Lion: What is new in Security

Published: 2011-07-21
Last Updated: 2011-07-22 01:33:05 UTC
by Johannes Ullrich (Version: 1)
1 comment(s)

Once you are over the online install experience, the upside down mouse gestures and all the other bling that comes as part of OS X Lion, it is time to look at what has changed from a security point of view. Apple doesn't exactly advertise security features, but Lion provides some significant security improvements.

Just an important note: Lion is just a day old now, so a lot of these features haven't exactly been tested yet by the large masses of users.

Address Space Layout Randomization (ASLR)

ASLR will make exploiting vulnerabilities significantly harder. In itself, it doesn't prevent any vulnerabilities. Snow Leopard introduced ASLR, but limited it to libraries. ASLR on Snow Leopard also missed randomizing the stack and the heap.

Automatic Security Updates

In Snow Leopard, like in most other operating systems, the user was told about updates, but had to manually approve / install them. In Lion, this is all going to happen behind the scenes. We will have to see how well this works as "automatic" or "unmanaged" updates may of course break incompatible applications


Sandboxing is supposed to limit how individual applications can affect each other, and the underlying system. In particular for Safari it will be interesting how well this works and if it prevents exploitation of some vulnerabilities. Safari itself is even split into different parts and javascript or plugins will run in its own sandbox.

Encrypted Backups

Time machine backups can now be encrypted.

Air Drop

Air drop sounds a bit dangerous, and we will have to revisit this protocol. It essentially allows setting up quick peer-to-peer networks to exchange files. However, the file transfer is TLS encrypted according to Apple and authenticated using the users Apple ID (which has always been available as a client certificate). It also appears to set up appropriate firewall rules. Looks like they did think about the important issues, but this is very much a topic that needs further testing.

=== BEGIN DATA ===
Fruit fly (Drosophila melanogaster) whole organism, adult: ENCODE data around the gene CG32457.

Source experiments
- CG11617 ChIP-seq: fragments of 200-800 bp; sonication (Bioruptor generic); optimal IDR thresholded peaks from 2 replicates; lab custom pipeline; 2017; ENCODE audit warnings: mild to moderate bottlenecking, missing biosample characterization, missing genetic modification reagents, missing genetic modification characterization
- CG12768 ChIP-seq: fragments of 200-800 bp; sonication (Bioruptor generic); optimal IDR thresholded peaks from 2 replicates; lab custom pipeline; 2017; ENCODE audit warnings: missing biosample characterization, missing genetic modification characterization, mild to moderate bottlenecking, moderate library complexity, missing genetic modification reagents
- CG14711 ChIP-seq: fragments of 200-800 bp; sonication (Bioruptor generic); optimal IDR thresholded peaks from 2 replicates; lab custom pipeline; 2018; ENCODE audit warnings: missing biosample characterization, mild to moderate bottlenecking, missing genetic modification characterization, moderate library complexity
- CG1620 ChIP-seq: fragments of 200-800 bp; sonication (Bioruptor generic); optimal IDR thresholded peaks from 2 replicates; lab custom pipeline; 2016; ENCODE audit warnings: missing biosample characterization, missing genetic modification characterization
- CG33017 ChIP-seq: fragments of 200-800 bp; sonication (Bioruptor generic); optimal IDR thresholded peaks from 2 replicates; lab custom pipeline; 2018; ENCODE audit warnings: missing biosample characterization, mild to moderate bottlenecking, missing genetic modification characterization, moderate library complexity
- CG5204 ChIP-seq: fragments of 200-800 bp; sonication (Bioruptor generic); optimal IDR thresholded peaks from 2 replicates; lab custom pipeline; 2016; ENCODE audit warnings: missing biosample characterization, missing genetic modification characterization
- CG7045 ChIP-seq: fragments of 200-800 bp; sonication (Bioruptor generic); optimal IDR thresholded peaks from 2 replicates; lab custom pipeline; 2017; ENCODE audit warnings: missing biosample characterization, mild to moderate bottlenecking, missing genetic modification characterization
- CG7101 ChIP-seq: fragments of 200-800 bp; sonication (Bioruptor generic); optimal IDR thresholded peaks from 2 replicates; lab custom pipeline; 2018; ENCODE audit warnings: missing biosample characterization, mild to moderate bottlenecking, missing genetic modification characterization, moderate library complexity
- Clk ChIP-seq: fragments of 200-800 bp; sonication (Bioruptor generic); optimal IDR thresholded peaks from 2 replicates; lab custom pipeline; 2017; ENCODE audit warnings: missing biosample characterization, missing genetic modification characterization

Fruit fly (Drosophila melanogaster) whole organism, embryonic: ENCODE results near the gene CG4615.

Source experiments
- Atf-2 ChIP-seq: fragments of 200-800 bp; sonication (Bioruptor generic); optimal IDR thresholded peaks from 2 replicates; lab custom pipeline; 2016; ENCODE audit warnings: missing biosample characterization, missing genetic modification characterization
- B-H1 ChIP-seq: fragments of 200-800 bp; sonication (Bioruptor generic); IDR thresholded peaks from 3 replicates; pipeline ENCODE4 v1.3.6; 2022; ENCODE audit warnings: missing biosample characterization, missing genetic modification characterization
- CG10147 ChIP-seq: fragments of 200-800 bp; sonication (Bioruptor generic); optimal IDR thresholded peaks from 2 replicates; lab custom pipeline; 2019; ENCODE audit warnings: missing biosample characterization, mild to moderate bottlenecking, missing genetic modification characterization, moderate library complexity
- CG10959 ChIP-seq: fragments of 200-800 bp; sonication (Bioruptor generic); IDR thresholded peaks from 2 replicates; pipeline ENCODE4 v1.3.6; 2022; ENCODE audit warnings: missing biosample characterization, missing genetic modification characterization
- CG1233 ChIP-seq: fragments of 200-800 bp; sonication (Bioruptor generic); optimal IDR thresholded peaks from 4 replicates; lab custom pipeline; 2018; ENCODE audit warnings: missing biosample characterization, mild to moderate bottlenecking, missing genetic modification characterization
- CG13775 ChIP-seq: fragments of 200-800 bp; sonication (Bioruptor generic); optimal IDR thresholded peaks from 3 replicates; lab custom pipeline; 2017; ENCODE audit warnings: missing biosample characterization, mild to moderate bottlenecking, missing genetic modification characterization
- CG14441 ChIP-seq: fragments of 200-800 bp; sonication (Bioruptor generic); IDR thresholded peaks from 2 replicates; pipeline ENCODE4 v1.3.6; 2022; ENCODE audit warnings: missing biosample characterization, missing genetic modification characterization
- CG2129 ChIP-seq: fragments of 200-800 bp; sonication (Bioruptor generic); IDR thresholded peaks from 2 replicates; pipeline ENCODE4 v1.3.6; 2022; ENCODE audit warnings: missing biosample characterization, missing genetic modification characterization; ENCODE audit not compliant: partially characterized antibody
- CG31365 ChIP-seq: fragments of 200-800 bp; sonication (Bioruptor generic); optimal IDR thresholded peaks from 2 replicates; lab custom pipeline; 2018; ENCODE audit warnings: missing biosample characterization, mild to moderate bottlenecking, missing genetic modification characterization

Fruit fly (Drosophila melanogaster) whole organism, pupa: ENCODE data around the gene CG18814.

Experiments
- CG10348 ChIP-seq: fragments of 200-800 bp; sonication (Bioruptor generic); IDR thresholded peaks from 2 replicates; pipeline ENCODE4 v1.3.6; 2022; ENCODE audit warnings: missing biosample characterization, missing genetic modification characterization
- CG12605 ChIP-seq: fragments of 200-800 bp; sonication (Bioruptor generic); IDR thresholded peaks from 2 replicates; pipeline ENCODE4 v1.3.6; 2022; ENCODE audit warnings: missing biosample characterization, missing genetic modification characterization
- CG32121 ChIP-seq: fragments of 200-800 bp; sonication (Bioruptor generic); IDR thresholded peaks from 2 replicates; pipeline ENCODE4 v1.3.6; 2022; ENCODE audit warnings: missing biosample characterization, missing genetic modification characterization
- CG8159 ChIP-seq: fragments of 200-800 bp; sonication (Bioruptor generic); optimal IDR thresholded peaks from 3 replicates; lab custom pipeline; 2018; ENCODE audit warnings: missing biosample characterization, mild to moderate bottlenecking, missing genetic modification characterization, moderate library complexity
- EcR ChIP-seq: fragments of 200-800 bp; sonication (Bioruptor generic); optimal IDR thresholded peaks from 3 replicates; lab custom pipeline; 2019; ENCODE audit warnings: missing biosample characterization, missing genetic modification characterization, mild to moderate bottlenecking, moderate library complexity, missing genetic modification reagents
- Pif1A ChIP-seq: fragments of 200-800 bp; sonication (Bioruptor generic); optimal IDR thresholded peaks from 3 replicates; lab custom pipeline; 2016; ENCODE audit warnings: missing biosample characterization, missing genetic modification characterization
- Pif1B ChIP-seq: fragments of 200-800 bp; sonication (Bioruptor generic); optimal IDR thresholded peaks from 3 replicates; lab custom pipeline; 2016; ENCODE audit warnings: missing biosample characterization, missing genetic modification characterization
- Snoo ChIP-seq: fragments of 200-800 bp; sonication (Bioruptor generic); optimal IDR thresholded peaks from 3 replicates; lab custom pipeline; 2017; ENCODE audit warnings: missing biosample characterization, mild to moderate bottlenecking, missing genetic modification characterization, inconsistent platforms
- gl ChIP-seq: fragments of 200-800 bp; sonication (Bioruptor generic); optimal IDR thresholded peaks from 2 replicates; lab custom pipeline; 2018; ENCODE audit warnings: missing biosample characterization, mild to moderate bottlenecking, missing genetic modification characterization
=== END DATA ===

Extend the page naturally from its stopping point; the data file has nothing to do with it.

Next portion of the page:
File Vault 2

The original file vault feature in Snow Leopard only encrypted the users home directory. It was rather clunky and didn't interoperate well with time machine. File Vault 2 implements full disk encryption. In addition, a number of additional features are implements. For example, one can instantly "wipe" the disk by deleting the key. If a users is afraid of losing the key, the key can be escrowed with Apple. Initial performance test have been pretty good.

Update: After experimenting with File Vault 2, I found that it can only be used if the installer was able to create a recovery partition, which it didn't do in my case. Also, File Vault 2 is encrypting the partition, not the entire disk like other products (e.g. PGP).


Lion uses refined privacy preferences in particular limiting the access to location information

Apple ID for authentiation

Not sure Air Drop, but other authentication features leverage your Apple ID. As you sign up for an apple id, Apple will create a client certificate for you that you can now use to authenticate for file sharing, iChat and Screen Sharing. The certificate has existed in the past, and was used in iChat. But now it is used by other features of the OS.

Complete Feature List:

Johannes B. Ullrich, Ph.D.
SANS Technology Institute

Keywords: apple lion os x
1 comment(s)


One thing that is most annoying is that the new OS disabled access to my windows domain. Anyone who has a ".local" Active Directory Domain is going to have this problem. If you are still using old-style NETBIOS and WINS you can still get access but who does these days? My network is Windows 2008 R2 native domain/forest and I presume most people are at least Windows 2003 native.

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